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It's possible to store data in smart contracts, and with the recent explosion of NFTs this is happening a lot. A couple of hundred kB is more than enough to encode copyrighted material - e.g. the text of a novel, a photo, or a short song.

My understanding is that every full node replicates the entire blockchain, including any stored data, and makes it available to its peers. So once a valid transaction including a copyrighted file has been added to the blockchain, every node will become a possessor and distributor of that file.

In many countries distributing copyrighted data without permission can lead to large statutory damages. I'm unaware of any law or doctrine that would protect or exempt blockchain use from ordinary copyright law. So potentially anyone running a full node could be on the hook for damages.

There's additional danger when considering data that carries criminal liability just for possessing it; for example privacy violations, child pornography, or classified information.

I can't find any real discussion of this issue. There's this question, but it was closed as a duplicate of three other questions, none of which address the issue. There's this question about illegal smart contracts, but that deals with who's liable for what a smart contract does rather than the liability that can arise just from storing and distributing it.

Is there a legal or technical fix for the issue of copyrighted or illegal material stored in the blockchain creating liability for node operators?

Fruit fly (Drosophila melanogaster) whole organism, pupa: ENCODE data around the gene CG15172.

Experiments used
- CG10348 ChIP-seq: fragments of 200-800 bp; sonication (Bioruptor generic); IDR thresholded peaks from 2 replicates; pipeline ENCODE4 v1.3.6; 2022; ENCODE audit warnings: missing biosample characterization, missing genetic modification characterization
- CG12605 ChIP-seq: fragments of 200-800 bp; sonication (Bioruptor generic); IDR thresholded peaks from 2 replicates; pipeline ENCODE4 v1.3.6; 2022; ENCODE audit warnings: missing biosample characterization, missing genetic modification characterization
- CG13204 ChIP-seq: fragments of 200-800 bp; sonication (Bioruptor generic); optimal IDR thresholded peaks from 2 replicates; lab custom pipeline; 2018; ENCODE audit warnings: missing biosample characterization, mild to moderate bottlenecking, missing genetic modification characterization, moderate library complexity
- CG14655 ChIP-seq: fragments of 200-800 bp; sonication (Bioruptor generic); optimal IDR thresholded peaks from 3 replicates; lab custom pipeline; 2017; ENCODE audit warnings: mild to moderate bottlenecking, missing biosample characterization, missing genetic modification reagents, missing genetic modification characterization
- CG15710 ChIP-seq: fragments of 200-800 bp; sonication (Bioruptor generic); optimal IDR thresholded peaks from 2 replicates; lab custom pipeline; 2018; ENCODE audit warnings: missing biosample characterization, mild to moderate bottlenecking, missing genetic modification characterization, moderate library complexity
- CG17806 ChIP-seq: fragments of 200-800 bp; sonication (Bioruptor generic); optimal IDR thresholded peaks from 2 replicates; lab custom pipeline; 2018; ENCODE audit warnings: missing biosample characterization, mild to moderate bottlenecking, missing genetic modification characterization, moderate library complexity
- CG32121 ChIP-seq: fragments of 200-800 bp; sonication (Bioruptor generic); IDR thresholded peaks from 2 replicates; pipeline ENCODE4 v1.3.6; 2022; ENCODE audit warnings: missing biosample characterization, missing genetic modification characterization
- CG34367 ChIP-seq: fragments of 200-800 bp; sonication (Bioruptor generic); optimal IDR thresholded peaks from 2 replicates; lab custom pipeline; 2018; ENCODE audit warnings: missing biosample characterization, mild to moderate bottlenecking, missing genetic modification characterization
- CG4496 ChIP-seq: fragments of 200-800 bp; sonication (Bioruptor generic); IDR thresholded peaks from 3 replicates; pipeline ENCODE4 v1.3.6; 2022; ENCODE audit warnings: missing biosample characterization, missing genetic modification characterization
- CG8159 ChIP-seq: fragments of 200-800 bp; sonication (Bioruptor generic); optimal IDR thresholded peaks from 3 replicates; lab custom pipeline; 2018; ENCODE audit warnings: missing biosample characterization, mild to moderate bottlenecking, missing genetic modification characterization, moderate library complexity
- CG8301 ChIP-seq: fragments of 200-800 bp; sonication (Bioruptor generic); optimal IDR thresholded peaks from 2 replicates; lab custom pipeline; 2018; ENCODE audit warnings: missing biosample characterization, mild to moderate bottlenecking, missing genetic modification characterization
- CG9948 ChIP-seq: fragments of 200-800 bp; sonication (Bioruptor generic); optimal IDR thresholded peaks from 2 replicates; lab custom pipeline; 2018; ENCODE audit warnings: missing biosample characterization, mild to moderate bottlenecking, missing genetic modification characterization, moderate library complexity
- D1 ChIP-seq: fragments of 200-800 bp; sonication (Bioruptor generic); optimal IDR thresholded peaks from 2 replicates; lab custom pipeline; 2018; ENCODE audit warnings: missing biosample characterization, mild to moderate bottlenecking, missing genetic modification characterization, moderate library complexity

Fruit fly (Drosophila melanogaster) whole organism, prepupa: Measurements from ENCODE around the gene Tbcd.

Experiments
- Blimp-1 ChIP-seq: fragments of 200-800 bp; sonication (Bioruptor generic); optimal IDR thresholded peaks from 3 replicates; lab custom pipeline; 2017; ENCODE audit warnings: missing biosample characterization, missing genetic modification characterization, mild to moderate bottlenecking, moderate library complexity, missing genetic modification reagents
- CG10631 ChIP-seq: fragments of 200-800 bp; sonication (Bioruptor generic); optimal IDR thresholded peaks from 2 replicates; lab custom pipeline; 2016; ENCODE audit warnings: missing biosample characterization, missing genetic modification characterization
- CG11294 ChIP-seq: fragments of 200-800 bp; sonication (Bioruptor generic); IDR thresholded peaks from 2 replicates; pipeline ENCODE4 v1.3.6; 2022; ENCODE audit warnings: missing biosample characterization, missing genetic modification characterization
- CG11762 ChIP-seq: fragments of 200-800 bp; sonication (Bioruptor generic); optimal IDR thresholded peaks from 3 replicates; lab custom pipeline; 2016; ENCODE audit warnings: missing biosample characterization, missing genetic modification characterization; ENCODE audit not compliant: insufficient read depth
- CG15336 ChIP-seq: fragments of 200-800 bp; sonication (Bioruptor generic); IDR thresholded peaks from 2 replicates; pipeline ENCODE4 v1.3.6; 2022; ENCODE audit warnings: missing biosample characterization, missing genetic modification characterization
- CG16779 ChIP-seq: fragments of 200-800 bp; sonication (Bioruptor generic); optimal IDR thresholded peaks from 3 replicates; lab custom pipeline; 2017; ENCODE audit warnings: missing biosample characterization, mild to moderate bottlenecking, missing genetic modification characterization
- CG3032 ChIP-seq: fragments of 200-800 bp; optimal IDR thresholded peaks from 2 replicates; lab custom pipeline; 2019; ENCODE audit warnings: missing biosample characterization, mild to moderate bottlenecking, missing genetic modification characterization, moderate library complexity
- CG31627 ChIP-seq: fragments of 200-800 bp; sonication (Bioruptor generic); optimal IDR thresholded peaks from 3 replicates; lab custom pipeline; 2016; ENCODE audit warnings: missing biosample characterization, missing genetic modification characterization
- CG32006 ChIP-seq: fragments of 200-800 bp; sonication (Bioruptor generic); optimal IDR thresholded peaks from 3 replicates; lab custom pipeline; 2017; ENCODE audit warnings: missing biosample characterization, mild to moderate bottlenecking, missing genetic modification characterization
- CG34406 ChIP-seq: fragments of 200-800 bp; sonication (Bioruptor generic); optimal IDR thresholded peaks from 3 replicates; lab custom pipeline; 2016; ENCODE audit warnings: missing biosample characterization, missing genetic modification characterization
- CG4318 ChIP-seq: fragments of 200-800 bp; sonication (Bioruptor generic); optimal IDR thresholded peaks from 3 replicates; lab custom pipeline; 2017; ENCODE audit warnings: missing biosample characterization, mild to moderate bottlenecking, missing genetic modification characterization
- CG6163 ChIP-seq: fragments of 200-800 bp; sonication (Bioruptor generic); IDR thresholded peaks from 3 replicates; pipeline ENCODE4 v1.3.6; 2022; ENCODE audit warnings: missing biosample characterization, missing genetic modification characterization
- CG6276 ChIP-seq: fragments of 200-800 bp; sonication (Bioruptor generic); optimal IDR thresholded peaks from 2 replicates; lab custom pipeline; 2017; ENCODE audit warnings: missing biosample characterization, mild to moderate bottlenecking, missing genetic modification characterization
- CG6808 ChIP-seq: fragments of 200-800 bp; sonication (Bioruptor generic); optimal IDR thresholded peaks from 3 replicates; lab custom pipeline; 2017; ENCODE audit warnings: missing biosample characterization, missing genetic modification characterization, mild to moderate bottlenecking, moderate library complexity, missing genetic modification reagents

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Although this is more a legal discussion rather than a technical issue (perhaps the question is closed), I can give my 2 cents about this.

Short answer is that legal actions will always depend on the geographical jurisdiction, so you will hardly find a yes or no answer to this problem. Therefore, nothing prevents node operators from being sued by copyrighted or illegal content if a country decides to do so when the operator is hosted within its region.

Why this is not currently happening? as you saw from previous questions, the cost of storing data in Ethereum is huge (and increasing), so the common pattern is using the blockchain as a pointer to external data repositories, where the law can act by pursuing the owners of such repositories. Well, if we talk about IPFS, we might have a similar debate again.

I see this legal issue a potential thread for alternative blockchains (e.g: Polkadot, Cardano, etc) where the gas fees are far less expensive, which can incentivise to store illegal data at a reasonable cost.

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